Tariffs, Taxes and Transfers (3Ts) are the three basic sources of revenue for WASH services. “Tariffs” are funds contributed by users of WASH services (also including the value of labour and material investments of households managing their own water supply). “Taxes” refer to funds originating from domestic taxes that are channelled to the sector by the central, regional and local governments. “Transfers” refer to funds from international donors and charitable foundations. Transfers include grants and concessional loans, such as those given by the World Bank, which include a grant element in the form of a subsidised interest rate or a grace period.[Source: WHO & UN-Water, 2012. UN-Water global annual assessment of sanitation and drinking-water (GLAAS) 2012 report : the challenge of extending and sustaining services. Geneva, Switzerland: World Health Organization (WHO). P. 26]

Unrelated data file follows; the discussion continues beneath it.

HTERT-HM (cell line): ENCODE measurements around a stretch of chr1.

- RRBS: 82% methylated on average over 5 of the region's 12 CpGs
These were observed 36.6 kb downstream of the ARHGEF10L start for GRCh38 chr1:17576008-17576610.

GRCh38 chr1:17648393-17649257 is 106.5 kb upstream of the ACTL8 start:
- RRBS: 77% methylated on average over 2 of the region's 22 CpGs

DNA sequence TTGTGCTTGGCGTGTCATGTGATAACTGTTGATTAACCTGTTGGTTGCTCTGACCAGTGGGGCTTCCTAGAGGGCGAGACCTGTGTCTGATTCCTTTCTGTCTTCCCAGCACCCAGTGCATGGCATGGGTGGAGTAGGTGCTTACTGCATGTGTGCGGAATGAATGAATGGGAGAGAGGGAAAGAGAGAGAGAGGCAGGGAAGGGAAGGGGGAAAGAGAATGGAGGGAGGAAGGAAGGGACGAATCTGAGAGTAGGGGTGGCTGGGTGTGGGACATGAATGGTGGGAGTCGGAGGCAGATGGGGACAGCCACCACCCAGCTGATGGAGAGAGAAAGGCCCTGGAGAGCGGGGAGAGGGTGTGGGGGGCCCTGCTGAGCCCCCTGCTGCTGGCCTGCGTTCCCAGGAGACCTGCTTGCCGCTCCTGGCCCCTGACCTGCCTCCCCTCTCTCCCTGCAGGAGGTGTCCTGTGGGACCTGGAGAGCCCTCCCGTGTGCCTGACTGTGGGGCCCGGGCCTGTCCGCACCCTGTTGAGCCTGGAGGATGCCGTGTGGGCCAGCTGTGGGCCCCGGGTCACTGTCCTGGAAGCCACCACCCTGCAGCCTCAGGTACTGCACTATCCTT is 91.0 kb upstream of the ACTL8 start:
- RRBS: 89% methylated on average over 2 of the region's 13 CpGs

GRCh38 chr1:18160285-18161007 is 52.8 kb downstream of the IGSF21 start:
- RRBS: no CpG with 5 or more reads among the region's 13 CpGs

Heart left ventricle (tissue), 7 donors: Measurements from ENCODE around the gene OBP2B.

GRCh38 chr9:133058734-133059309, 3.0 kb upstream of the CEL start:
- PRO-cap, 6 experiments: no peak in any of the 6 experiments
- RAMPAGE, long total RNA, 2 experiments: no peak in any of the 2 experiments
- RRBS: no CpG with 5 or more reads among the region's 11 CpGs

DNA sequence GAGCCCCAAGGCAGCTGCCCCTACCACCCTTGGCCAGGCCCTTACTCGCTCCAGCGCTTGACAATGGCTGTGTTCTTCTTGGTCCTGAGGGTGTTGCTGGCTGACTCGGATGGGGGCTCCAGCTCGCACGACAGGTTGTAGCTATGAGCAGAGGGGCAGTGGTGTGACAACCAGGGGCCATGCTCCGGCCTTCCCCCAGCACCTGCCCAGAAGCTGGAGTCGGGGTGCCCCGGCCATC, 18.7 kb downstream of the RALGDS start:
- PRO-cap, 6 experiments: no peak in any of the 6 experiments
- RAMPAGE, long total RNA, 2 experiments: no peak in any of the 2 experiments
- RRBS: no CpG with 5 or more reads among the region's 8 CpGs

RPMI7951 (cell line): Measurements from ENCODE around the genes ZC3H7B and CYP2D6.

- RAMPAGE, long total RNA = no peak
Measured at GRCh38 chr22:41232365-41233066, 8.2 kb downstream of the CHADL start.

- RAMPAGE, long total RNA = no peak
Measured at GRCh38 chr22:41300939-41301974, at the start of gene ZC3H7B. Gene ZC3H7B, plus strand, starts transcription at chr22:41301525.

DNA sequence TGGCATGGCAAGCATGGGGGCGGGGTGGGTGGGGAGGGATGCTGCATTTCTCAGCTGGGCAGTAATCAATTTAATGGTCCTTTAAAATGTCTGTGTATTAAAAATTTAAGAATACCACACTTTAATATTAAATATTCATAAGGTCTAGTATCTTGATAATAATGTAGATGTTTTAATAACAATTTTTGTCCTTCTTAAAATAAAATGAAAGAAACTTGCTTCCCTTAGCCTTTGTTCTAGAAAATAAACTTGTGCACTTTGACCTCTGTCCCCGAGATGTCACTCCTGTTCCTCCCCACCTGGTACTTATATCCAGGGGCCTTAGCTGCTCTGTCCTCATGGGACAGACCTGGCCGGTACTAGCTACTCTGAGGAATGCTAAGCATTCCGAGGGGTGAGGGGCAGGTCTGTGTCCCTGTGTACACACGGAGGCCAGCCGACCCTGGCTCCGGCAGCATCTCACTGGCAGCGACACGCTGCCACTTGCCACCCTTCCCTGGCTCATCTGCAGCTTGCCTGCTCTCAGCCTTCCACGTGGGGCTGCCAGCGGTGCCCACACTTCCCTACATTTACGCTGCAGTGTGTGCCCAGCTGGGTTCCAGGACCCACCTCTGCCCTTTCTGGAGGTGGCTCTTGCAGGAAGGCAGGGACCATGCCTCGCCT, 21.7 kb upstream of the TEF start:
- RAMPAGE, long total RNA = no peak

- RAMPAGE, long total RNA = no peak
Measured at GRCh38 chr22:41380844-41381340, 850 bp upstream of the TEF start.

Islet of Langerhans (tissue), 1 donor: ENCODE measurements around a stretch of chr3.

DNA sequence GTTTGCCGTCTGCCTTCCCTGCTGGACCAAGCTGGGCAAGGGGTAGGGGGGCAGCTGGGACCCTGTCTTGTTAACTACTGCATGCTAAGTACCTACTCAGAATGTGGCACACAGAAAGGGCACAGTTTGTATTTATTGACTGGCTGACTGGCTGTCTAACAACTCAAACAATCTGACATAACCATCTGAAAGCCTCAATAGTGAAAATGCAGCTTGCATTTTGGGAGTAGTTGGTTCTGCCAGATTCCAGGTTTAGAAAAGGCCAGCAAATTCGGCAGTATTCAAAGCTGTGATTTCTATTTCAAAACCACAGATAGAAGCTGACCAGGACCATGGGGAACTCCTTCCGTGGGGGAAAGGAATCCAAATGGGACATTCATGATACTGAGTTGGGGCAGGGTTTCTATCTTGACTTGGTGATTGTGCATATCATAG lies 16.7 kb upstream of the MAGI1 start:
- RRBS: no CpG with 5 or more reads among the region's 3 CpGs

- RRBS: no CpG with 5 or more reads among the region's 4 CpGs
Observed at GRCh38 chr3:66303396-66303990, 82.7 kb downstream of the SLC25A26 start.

One of the myths that keeps on going around in the rural water supply sector is the one of 'full cost recovery'. As more data from rural water monitoring systems becomes available, the myth gets busted.
National Development Planning Commission - NDPC in collaboration with IRC and partners is disseminating the findings and is further engaging relevant stakeholders on the stories starting with the launch of the Good Practice for WASH in Ghana booklet.